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Yanks need Cano, A-Rod to rise in Motown

DET View Full Game Coverage ROIT -- The box scores of seven postseason games are enough evidence to sound the alarms. Unless Robinson Cano and Alex Rodriguez can find a way to reclaim their strokes, the next game played at Yankee Stadium will involve goalposts, first-down markers and referees.

The Yankees continue to be puzzled by their struggles up and down the lineup, but as they travel to Detroit for a date with Justin Verlander in Tuesday's Game 3 of the American League Championship Series (8 p.m. ET, TBS), they need their most prominent bats to find answers quickly and stave off the approaching winter months.

"I know I've been struggling," Cano said. "I feel good at the plate, so all I can do is stay positive and be ready to play Tuesday. I've been chasing a few pitches, but I've also been hitting the ball hard, just right at people. There's nothing you can do."

This is no run-of-the-mill soft skid for Cano, who looked like he was playing in a video game with the cheat codes activated just two weeks ago as the Yankees battled for the AL East title. Cano is now hitless in his last 26 at-bats, a record for futility over a single postseason.

"This game, it's a very cruel game sometimes," Yankees first baseman Mark Teixeira said. "When you're hot, it's fun, and you enjoy it and the team's winning and you're putting up your numbers. When you're cold, it stinks."

To be fair, Cano had a hit taken away by first-base umpire Rob Drake's missed call in the second inning of Game 1 that cost him an RBI single, a game that also included three other hard-hit balls off Detroit pitching.

"A prime example of a guy who I thought swung the bat really well and got nothing," hitting coach Kevin Long said. "What did he get? 0-for-6. And what does that look like, he stunk? He didn't stink [Saturday]. Some things have to go his way too."

Even before the Yankees lost Derek Jeter to a fractured ankle, there was evidence to suggest that the postseason spotlight leaked into Cano's approach. According to data collected by, Cano has chased 29 pitches out of the strike zone in the playoffs, leading to a 2-for-32 performance.

"You just have to stay positive and just go out there and make a good swing."
-- Robinson Cano

Cano rejected the idea of buckling under pressure, saying, "There's pressure because we're in the playoffs right now, but we were in the same situation during the season. You just have to stay positive and just go out there and make a good swing."

Manager Joe Girardi said tersely after Game 2 that the Yankees "have to make adjustments," and Cano isn't alone. The issue of chasing pitches has plagued others; Curtis Granderson, Nick Swisher and A-Rod have developed into popular targets for Yankee Stadium boo-birds.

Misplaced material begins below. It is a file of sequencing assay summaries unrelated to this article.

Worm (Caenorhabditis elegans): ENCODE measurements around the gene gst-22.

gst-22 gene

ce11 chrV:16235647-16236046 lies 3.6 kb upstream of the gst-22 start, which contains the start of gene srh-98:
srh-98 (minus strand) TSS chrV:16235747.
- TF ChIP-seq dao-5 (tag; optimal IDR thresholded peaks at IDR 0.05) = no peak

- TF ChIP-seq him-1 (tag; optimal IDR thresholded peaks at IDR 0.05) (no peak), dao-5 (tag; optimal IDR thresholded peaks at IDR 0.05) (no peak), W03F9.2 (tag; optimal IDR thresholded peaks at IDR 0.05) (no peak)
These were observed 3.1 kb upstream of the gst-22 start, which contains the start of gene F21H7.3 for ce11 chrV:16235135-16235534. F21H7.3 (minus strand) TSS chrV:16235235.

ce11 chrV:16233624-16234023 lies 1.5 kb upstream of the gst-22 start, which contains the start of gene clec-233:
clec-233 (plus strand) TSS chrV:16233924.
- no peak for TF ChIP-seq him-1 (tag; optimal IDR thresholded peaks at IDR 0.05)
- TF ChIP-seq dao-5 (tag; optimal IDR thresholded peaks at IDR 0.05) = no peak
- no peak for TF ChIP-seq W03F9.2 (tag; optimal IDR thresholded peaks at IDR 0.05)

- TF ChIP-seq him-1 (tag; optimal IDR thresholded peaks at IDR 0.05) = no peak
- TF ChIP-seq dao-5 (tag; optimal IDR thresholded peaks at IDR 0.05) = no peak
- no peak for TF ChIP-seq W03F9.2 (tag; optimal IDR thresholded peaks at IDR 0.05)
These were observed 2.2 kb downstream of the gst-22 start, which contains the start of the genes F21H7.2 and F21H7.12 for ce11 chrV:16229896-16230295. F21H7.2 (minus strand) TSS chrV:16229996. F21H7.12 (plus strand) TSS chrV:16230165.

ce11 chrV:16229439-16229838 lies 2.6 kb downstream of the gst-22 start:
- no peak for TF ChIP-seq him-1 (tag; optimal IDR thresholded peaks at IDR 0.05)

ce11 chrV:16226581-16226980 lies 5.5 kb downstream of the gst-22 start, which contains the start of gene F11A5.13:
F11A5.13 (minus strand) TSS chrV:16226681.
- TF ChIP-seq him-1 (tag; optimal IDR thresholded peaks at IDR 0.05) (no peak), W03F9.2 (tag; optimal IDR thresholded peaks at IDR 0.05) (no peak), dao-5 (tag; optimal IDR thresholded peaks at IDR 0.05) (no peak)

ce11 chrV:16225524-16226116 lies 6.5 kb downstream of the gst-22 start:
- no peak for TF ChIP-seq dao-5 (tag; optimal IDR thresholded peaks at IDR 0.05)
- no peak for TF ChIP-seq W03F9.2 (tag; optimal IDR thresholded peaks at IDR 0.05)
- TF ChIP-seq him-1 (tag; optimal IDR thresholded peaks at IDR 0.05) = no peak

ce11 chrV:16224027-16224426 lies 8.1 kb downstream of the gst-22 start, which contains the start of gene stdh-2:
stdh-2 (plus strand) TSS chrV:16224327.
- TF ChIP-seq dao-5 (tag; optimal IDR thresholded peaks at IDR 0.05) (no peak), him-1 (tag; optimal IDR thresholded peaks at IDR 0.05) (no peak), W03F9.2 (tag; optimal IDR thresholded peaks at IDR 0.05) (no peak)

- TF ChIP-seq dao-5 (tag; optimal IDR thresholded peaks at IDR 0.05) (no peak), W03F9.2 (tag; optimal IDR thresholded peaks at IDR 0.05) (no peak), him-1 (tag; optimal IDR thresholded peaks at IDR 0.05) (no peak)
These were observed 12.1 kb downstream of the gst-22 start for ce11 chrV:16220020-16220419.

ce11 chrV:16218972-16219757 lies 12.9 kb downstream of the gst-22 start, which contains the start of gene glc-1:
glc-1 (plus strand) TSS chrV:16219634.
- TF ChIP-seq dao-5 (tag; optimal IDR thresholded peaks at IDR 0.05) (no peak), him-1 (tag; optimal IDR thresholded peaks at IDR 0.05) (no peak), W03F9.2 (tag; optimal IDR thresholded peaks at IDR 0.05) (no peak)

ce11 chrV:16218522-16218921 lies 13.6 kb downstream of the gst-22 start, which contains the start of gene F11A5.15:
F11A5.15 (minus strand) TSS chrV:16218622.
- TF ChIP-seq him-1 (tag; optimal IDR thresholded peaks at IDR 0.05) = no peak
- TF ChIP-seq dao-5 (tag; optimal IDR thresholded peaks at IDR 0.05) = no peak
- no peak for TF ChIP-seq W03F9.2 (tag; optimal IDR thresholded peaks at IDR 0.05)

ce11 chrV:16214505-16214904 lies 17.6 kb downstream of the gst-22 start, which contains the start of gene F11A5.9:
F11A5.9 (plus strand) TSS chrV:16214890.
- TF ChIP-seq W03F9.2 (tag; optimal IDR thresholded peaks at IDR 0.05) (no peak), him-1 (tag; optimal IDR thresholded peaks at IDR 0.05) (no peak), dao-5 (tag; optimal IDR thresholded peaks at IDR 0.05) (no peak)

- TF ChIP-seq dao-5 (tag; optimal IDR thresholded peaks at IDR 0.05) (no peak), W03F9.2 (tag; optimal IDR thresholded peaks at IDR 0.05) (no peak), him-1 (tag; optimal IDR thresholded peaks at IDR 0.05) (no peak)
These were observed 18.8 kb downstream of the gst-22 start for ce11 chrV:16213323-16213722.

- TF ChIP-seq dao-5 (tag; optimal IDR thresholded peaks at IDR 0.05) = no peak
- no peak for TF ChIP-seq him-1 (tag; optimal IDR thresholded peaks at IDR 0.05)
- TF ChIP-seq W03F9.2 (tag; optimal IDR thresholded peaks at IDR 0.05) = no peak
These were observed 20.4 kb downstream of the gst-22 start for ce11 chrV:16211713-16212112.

"That's the thing about our offense," Rodriguez said. "When we swing at strikes, we're a lot better. You get into a situation where you chase, then [the pitcher's] going to be predator-like, to make use of sucker pitches. So stay in the strike zone, pass the baton, not try to do too much. We've said it all along, we now just have to execute it."

Rodriguez is 3-for-23 (.130) overall, and 0-for-18 with 12 strikeouts against right-handed pitching. It once seemed unthinkable that Rodriguez would be pinch-hit for, let alone benched, in a Yankees postseason, but Girardi has now pinch-hit for Rodriguez three times and sat him for the AL Division Series clincher over Baltimore.

"Alex has had a tough series and right-handers have been tough on him," Long said on Sunday. "What are you going to look at today that was a positive for Alex? He got better as the day went along."

Indeed, Rodriguez seemed pleased with his seventh-inning lineout off righty Anibal Sanchez and ninth-inning single off lefty Phil Coke, saying, "As long as you make solid contact and have something to build on, I feel good, and I think I can build on that."

Given the challenges of Verlander and Max Scherzer in Games 3 and 4, the Yankees would love to see Rodriguez summon his glory days. He homered twice off Verlander this year, though the Yankees would settle to see what would be just A-Rod's second extra-base hit since Sept. 15.

"If we want to make some noise, we need this guy to be Alex."
-- Joe Girardi

"If we want to make some noise, we need this guy to be Alex," Girardi said.

The Yankees have accepted that Rodriguez isn't likely to approach MVP-caliber statistics again; their primary focus has been keeping him on the field, believing that he can max out as a 30-homer threat if he stays healthy for a full season.

Cano, however, is another case. With Jeter injured and A-Rod fading, the Yankees have floated the idea of this becoming Cano's team, a thought that seemed very appealing when he was tearing through late September on a 24-for-39 (.615) run with 10 extra-base hits. Less so at this exact moment.

"It is odd," Girardi said. "You know this is a really, really good hitter that is struggling."

Even with an 0-2 ALCS hole to fight out of, something only three teams have ever done successfully, Girardi and his staff believe Cano has the talent to carry the Yankees through a postseason series. The challenge has been delivered, and it is Cano's time to respond, keeping the college football goal posts locked in storage for another month.

"You just have to keep swinging," Cano said. "You keep playing the game, and that's the only way you can turn it around."

New York Yankees, Robinson Cano, Alex Rodriguez